Commander-in-chief says ‘constitution can be repealed’

The commander-in-chief of Myanmar’s armed forces said on Wednesday that the country’s 2008 constitution could go the way of previous charters “if the law is not abided by.”

Speaking via videoconference to senior instructors and military officers at the National Defense University, Senior General Min Aung Hlaing appeared to suggest that the military was prepared to seize power if necessary.

The remarks came a day after a military spokesperson said that a coup couldn’t be ruled out if allegations of vote-rigging in last year’s election are not adequately addressed.

When asked if the Tatmadaw would rule out taking over again, spokesperson Brig-Gen Zaw Min Tun replied: “We can’t. The military will act in line with all laws, including the constitution.”

According to the military’s True News Information Unit, Min Aung Hlaing reiterated the need to “respect and abide by” the constitution, which he called “the mother law,” but added: “As I said before, if the law is not abided by, it must be repealed.”

He noted that there were a number of precedents for this in Myanmar’s modern history.

“During the Revolutionary Council era, the 1947 constitution was repealed. When the State Law and Order Restoration Council came to power, the 1974 constitution was abolished,” he said.

In both cases, the scrapping of existing constitutions ushered in decades-long eras of often brutal military rule.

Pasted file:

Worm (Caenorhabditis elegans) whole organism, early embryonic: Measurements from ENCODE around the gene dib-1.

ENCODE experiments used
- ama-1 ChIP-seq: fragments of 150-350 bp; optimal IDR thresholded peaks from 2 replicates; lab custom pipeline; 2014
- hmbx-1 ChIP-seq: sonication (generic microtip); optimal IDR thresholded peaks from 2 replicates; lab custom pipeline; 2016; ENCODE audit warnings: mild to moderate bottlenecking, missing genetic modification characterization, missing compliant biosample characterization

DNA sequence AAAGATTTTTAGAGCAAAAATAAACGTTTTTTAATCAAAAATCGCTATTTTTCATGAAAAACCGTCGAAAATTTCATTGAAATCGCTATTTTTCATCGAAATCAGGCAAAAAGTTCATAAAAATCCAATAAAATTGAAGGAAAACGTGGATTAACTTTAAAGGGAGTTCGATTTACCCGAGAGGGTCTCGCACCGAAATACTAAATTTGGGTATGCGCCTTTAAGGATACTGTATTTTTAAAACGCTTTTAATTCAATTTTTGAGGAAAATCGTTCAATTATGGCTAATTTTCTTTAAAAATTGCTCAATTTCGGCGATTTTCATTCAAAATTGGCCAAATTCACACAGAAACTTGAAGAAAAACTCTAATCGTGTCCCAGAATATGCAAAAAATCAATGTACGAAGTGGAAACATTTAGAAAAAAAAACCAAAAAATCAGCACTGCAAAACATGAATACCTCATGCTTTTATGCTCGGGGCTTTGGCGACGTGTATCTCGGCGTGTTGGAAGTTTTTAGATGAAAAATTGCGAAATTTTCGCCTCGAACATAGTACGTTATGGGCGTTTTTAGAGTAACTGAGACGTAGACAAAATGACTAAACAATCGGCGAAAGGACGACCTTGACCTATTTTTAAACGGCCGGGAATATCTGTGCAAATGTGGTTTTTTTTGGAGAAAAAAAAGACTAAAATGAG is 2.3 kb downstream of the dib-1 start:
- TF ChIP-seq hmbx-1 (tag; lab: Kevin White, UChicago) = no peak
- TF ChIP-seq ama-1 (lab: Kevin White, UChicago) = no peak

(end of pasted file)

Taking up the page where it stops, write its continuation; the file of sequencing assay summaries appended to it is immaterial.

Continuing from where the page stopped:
His remarks are likely to fuel fears that the military could once again use force to nullify the results of an election won by the ruling National League for Democracy (NLD), as it did in 2015 and 1990.

The current constitution was drafted by the military and designed to preserve the Tatmadaw’s preeminent position in Myanmar politics.

Under the 2008 constitution, the commander-in-chief, and not the president, controls all armed groups. The key ministries of defense, home affairs, and border affairs are all headed by serving military officers, and 25 percent of all seats in parliament are reserved for military appointees.

The constitution also has a provision that allows the military to assume power in a state of emergency, but only for a specified period of time, and only if it is declared by the president.

This last provision could explain why the commander-in-chief is now publicly contemplating the possibility of doing away with the constitution altogether.

The military has expressed growing dissatisfaction with the Union Election Commission (UEC) since before the country went to the polls on November 8, warning it in the run-up to the election to “be careful” to ensure that the vote was free and fair.

Post-election, it has stepped up its complaints, claiming at a press conference on Tuesday that it had documented more than 8.6 million voter list irregularities.

Calling the situation a “national crisis,” the military said it wanted answers from the president, parliament, and the UEC.

If it doesn’t receive them, the military has “answers” of its own, military spokesperson Zaw Min Tun said on Tuesday, without elaborating.

The NLD responded that the matter should be resolved through legal channels.

“We welcome all actions in accordance with the law. We will also act in accordance with the law,” its spokesperson, Dr. Myo Nyunt, said.

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